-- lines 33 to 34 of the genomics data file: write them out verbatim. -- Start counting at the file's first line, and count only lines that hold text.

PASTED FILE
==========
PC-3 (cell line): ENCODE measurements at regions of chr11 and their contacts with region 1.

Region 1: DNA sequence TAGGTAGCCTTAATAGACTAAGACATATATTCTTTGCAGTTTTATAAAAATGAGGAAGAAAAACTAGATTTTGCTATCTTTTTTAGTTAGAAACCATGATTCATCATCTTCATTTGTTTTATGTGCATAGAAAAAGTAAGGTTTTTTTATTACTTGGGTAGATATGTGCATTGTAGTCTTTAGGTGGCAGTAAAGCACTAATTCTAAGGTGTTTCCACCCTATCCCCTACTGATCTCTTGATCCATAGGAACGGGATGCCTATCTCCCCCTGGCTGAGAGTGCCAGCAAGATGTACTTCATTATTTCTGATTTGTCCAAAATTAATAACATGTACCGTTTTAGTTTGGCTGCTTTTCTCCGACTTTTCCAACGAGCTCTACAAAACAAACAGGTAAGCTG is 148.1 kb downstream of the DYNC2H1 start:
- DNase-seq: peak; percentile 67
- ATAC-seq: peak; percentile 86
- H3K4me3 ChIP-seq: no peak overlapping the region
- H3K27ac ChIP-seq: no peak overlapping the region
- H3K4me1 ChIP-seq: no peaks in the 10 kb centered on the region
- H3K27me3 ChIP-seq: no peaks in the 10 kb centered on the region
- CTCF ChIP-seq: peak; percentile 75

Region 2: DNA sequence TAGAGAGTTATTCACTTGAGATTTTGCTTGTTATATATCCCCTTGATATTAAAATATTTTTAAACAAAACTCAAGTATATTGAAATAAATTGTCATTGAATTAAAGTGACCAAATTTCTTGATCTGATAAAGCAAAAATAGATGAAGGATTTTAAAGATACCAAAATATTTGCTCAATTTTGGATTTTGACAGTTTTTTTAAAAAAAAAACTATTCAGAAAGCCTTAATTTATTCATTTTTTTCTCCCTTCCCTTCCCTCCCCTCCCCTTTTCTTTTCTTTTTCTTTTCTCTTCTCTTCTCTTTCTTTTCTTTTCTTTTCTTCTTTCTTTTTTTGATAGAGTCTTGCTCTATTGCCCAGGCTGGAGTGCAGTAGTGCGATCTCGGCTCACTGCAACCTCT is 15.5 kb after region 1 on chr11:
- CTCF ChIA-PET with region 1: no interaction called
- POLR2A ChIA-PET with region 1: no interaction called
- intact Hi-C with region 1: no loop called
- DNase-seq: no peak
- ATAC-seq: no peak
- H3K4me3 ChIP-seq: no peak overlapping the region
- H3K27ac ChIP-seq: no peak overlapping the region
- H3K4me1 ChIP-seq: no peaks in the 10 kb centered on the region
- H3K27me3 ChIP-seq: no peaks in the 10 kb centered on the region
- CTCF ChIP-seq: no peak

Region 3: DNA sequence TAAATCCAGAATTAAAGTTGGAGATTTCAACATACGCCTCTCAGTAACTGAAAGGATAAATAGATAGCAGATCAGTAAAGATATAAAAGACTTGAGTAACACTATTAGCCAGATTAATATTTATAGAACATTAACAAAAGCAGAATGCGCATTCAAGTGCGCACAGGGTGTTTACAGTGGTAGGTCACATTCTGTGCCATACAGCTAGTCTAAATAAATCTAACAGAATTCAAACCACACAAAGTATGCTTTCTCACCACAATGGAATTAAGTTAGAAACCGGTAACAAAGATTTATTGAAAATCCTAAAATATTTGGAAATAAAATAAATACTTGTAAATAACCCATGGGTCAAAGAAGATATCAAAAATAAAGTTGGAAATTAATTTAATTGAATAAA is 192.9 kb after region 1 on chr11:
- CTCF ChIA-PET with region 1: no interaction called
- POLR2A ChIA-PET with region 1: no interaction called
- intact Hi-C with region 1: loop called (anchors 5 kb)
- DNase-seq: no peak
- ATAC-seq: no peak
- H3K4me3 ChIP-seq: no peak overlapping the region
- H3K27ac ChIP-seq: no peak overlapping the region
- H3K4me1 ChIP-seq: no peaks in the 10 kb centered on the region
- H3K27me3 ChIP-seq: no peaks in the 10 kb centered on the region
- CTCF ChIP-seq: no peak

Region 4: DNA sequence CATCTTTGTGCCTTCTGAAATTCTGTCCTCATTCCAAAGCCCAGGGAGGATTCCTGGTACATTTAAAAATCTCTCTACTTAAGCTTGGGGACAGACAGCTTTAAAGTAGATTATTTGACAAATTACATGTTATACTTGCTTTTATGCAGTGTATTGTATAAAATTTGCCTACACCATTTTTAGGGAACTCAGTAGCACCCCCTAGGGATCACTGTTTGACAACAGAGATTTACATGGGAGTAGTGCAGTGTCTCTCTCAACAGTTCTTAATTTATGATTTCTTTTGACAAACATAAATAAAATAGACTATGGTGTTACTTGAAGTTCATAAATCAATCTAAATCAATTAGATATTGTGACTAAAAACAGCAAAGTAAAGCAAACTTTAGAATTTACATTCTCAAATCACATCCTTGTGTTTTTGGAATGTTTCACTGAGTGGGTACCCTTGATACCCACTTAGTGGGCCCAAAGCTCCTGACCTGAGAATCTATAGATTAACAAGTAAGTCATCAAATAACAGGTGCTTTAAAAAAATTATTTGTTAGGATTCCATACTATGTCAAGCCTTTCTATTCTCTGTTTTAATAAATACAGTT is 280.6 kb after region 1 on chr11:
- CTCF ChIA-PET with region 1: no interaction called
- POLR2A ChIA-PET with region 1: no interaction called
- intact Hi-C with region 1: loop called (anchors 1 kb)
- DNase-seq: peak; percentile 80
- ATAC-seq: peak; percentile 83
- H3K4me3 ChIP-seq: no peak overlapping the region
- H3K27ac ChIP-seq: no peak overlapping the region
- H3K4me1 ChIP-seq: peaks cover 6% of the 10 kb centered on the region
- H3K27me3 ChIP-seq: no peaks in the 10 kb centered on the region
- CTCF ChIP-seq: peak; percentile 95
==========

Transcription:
- CTCF ChIA-PET with region 1: no interaction called
- POLR2A ChIA-PET with region 1: no interaction called